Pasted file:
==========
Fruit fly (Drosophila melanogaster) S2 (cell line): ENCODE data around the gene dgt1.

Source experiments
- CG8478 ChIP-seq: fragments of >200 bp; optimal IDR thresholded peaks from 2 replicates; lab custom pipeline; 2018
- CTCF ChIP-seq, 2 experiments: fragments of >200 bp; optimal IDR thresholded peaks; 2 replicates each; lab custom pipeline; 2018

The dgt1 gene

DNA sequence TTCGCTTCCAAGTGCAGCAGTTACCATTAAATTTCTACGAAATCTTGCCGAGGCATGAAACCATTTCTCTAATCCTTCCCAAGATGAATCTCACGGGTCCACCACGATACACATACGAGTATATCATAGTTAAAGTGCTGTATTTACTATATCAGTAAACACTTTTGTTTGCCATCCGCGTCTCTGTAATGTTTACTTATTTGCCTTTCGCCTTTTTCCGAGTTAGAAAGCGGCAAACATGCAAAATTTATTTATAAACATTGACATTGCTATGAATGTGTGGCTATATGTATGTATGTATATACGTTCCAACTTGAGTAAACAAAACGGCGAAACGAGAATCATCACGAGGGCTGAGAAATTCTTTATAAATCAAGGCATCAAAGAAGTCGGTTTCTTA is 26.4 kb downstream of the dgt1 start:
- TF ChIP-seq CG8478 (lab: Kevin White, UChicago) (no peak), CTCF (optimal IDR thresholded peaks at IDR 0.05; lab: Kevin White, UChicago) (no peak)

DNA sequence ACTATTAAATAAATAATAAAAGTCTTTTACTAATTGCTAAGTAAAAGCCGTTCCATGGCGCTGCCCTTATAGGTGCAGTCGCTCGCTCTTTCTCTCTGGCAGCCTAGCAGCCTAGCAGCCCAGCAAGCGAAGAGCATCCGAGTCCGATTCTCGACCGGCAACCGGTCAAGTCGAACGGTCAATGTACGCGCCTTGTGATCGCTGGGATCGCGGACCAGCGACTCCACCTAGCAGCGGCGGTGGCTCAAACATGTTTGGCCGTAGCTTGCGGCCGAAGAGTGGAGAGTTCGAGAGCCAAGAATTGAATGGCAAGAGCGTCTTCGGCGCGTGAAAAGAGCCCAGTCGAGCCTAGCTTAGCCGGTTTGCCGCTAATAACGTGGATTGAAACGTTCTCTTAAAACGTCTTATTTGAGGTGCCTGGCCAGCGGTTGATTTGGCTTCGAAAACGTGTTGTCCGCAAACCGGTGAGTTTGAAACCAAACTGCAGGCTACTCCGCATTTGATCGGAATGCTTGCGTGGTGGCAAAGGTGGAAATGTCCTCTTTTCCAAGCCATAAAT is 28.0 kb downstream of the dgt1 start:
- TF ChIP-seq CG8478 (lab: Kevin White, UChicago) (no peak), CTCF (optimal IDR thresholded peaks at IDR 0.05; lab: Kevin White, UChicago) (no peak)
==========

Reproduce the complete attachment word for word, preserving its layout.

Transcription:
Fruit fly (Drosophila melanogaster) S2 (cell line): ENCODE data around the gene dgt1.

Source experiments
- CG8478 ChIP-seq: fragments of >200 bp; optimal IDR thresholded peaks from 2 replicates; lab custom pipeline; 2018
- CTCF ChIP-seq, 2 experiments: fragments of >200 bp; optimal IDR thresholded peaks; 2 replicates each; lab custom pipeline; 2018

The dgt1 gene

DNA sequence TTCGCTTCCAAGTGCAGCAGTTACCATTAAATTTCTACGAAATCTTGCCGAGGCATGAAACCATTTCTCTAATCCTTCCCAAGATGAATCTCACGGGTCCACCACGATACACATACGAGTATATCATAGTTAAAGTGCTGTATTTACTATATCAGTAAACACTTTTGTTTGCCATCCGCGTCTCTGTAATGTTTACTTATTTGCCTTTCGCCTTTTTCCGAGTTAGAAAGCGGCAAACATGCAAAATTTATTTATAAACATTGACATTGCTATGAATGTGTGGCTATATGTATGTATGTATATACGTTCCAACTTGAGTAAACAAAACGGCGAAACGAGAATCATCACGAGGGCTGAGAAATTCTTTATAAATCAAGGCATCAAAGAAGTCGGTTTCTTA is 26.4 kb downstream of the dgt1 start:
- TF ChIP-seq CG8478 (lab: Kevin White, UChicago) (no peak), CTCF (optimal IDR thresholded peaks at IDR 0.05; lab: Kevin White, UChicago) (no peak)

DNA sequence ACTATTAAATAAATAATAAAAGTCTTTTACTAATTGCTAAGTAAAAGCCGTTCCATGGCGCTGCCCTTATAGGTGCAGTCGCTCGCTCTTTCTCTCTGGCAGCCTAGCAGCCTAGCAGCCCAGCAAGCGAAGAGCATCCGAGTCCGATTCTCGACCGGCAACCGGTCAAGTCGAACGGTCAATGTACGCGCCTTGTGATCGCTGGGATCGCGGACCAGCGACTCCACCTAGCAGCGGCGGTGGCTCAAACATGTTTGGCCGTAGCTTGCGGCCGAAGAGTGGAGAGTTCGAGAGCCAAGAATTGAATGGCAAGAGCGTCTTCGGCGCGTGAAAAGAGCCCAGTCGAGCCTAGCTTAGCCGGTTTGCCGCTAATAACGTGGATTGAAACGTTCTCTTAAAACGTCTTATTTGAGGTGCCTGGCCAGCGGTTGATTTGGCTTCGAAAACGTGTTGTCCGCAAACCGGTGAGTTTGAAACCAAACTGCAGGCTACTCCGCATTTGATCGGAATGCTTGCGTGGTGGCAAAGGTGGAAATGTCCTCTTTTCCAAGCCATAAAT is 28.0 kb downstream of the dgt1 start:
- TF ChIP-seq CG8478 (lab: Kevin White, UChicago) (no peak), CTCF (optimal IDR thresholded peaks at IDR 0.05; lab: Kevin White, UChicago) (no peak)